Mileva/Kazakova: The Beast is Still Alive!

No, I can not make a real review of this film…

But why not?

I know the two makers too well, and the project. I have seen them pitching the film at several workshops. And I am just so happy for them that they have finished the work. A good film, an important film, a rich film. And taken for the Sarajevo festival recently.

So, you can not be objective, you mean?

There is no such thing as objectivity in reviewing films, and I normally can take the necessary distance, when I write about films made by people I know. But this time, no, precisely because of my admiration for Mina and Vesela, and their courage and their stubbornness to finish a project that will be well received outside

their own country and raise big discussion – it already has – in Bulgaria. It actually states that 60% of the parliament members in Bulgaria were agents for the communist regime! Just that statement – we are talking about a member of the EU! And not just Bulgaria, they also mention, or say point at the connection between the Greek Syriza and the billionaire Kokkalis, who was a stasi agent during GDR. And talk about Bokova, who was appointed for a job in the UN. She was a key person in the communist times.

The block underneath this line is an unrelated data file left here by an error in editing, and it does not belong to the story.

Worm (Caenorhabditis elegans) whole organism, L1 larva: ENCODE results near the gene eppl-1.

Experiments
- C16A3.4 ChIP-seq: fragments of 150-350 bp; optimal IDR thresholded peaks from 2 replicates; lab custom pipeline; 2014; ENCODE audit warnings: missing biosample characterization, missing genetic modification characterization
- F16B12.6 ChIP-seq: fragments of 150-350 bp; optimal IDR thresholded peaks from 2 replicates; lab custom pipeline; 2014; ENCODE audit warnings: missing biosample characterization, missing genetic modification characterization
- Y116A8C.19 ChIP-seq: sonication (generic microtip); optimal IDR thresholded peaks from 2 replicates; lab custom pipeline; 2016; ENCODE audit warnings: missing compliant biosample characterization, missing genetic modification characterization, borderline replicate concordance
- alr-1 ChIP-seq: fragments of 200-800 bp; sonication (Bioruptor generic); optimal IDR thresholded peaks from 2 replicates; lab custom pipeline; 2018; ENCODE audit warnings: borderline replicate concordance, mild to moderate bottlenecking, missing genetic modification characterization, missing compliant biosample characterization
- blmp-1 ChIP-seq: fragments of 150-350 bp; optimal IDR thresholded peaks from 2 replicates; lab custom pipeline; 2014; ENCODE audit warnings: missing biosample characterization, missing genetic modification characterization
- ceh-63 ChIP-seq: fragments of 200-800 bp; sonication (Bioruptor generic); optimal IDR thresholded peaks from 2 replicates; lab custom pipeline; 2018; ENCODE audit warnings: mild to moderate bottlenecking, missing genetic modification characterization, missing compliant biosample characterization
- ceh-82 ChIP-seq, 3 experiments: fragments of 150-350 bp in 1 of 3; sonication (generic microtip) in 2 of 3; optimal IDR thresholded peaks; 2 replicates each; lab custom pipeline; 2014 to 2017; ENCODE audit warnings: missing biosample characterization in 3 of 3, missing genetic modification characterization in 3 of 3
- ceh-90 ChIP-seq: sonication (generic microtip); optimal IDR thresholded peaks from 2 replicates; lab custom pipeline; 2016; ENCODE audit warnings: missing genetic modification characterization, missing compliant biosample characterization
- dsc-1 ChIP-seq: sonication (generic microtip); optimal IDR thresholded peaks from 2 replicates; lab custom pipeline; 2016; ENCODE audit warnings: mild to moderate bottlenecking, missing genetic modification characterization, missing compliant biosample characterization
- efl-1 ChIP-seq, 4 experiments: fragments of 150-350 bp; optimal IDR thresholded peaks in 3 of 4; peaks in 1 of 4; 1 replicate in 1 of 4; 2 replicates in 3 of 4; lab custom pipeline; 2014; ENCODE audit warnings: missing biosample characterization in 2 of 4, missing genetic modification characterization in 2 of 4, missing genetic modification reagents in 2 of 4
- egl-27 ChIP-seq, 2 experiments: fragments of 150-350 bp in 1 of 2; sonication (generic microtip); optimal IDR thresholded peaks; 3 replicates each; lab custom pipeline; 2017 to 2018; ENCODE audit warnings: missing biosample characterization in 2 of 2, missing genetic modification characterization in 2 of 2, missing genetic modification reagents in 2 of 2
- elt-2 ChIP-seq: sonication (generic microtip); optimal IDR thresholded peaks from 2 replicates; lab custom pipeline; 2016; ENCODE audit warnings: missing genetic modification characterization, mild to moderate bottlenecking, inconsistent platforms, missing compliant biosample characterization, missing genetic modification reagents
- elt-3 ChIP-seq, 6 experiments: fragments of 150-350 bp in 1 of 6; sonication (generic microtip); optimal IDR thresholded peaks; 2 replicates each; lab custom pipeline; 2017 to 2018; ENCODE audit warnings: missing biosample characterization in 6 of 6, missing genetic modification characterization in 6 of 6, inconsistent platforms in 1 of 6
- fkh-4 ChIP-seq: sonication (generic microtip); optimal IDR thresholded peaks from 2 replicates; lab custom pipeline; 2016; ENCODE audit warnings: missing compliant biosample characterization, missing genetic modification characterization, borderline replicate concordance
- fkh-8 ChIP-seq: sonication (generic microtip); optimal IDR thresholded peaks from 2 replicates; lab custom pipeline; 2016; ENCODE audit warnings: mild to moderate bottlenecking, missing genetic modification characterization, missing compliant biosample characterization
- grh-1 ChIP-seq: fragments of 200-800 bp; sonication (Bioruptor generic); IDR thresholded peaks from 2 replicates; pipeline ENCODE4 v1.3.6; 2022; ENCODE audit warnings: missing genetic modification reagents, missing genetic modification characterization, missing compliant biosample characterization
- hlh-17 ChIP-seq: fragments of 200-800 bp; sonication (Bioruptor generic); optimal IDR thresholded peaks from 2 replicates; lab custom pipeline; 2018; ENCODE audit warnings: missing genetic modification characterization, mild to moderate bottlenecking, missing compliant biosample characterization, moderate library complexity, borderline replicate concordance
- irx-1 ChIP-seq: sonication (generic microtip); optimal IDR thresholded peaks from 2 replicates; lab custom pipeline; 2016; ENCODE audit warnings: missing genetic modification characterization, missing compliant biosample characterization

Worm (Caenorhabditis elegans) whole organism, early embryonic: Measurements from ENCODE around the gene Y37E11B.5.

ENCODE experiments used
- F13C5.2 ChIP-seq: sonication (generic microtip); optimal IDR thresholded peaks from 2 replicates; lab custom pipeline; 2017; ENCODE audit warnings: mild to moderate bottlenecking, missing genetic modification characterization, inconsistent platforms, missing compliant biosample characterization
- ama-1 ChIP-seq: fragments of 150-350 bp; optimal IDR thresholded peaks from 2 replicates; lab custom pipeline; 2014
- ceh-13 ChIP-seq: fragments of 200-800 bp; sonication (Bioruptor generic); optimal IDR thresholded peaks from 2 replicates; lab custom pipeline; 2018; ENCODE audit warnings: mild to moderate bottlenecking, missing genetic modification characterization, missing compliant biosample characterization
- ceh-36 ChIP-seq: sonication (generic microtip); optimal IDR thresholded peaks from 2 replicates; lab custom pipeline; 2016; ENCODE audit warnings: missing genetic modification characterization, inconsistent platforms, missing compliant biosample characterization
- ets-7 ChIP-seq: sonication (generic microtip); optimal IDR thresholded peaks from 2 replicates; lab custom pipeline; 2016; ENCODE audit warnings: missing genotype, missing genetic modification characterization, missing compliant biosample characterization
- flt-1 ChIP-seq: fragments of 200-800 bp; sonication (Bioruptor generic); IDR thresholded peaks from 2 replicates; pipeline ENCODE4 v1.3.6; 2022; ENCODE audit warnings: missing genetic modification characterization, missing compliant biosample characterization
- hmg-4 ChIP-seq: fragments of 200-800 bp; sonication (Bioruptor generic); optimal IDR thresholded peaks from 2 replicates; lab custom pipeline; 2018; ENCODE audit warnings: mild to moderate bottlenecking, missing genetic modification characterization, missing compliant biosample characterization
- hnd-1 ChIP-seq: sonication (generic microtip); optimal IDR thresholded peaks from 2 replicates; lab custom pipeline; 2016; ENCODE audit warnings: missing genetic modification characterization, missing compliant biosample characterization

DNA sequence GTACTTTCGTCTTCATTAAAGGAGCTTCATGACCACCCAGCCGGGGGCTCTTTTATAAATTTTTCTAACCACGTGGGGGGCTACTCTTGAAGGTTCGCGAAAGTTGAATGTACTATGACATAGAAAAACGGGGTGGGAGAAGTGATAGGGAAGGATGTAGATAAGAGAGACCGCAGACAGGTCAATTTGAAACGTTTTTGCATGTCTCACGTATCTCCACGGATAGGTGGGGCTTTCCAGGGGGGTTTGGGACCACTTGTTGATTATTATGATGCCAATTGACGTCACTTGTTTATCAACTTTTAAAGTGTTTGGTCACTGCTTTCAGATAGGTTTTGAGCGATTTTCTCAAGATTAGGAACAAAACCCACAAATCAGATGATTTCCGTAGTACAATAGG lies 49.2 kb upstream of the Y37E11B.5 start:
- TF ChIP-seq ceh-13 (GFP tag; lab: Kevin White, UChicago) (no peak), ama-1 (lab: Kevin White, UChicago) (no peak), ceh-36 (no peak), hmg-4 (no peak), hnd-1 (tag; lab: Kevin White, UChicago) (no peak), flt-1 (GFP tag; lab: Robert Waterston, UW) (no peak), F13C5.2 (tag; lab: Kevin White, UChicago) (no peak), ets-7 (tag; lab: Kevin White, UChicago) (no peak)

So, you think the two directors are courageous and stubborn… are they also good filmmakers, are they artists?

Mina is an excellent animator, her dramatic drawings of ”the Beast”, aka communism, are of high artistic quality, some are like paintings you could hang on the wall, if they were not moving, and Vesela, well I have kind of been in love with her since I met her years ago. Her energy, her talent as an actress and producer and director. She is a gift to the film playing the young woman, who goes around the world to find out whether there is anything good about communism. As an actress she knows the métier, she is present and she has passion, when she asks questions. She plays a young woman, who has a dialogue off-screen with her grandfather, who lived during the communist period and ended up being part of the Goriani resistance movement.

What was that?

I had never heard about it but I understand from the granddaughter in the film that she wants to have him and this guerilla movement ”into Bulgarian history”, which has so far not been possible and there is another strong point that the film makes: The period of communism is not dealt with in the school books in current Bulgaria. You understand why, when you in the film, person by person, is told what this and this parliament member did during the years of communism and when you see and hear about the concentration camp Belene, where thousands of opposition people ended their lives. This is the strong side of the film, the focus on Bulgaria – present and past. It’s actually quite shocking and they tell it well through the story of the grandfather, who was a true communist, but was imprisoned for his criticism of the regime, was hired – because of his intellectual skills – as an agent, who did economical analysis, before he went for the Goriani group.